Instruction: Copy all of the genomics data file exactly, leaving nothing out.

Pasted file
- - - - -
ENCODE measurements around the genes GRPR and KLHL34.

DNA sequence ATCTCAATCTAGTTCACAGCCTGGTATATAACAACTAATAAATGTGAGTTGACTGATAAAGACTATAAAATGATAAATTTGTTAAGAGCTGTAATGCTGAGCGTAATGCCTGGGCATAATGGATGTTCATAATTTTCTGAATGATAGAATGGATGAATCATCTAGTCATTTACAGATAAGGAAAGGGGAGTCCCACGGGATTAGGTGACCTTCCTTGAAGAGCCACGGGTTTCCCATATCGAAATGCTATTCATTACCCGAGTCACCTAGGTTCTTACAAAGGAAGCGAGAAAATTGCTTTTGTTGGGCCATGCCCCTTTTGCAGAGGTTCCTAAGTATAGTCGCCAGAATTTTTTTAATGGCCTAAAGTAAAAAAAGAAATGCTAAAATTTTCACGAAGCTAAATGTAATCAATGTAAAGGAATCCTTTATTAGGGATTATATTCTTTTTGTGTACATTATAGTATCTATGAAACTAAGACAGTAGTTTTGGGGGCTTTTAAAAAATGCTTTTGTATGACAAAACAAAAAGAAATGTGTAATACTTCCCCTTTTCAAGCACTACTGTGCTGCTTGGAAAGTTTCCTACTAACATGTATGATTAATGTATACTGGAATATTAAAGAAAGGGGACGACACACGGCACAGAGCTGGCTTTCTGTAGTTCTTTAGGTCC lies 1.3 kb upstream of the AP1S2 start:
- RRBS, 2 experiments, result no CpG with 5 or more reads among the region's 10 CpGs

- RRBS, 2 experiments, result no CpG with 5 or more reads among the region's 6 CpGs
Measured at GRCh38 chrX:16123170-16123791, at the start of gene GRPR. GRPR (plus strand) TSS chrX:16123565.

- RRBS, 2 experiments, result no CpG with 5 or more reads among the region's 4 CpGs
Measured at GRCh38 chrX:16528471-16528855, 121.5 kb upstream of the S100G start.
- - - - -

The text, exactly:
ENCODE measurements around the genes GRPR and KLHL34.

DNA sequence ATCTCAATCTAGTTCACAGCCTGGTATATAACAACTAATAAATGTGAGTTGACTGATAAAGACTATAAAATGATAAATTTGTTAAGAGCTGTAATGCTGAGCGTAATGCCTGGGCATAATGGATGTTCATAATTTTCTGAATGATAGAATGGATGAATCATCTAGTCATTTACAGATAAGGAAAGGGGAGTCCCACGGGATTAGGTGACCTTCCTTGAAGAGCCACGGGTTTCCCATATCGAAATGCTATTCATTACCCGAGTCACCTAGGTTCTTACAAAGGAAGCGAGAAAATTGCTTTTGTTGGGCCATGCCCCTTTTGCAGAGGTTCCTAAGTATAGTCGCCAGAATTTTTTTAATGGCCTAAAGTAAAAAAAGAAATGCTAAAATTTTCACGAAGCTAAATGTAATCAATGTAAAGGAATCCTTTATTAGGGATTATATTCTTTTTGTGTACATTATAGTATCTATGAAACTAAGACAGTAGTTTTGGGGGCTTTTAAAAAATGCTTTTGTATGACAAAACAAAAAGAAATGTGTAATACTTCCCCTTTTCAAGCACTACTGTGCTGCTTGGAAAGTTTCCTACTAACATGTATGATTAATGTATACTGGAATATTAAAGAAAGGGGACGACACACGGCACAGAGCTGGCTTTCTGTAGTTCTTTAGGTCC lies 1.3 kb upstream of the AP1S2 start:
- RRBS, 2 experiments, result no CpG with 5 or more reads among the region's 10 CpGs

- RRBS, 2 experiments, result no CpG with 5 or more reads among the region's 6 CpGs
Measured at GRCh38 chrX:16123170-16123791, at the start of gene GRPR. GRPR (plus strand) TSS chrX:16123565.

- RRBS, 2 experiments, result no CpG with 5 or more reads among the region's 4 CpGs
Measured at GRCh38 chrX:16528471-16528855, 121.5 kb upstream of the S100G start.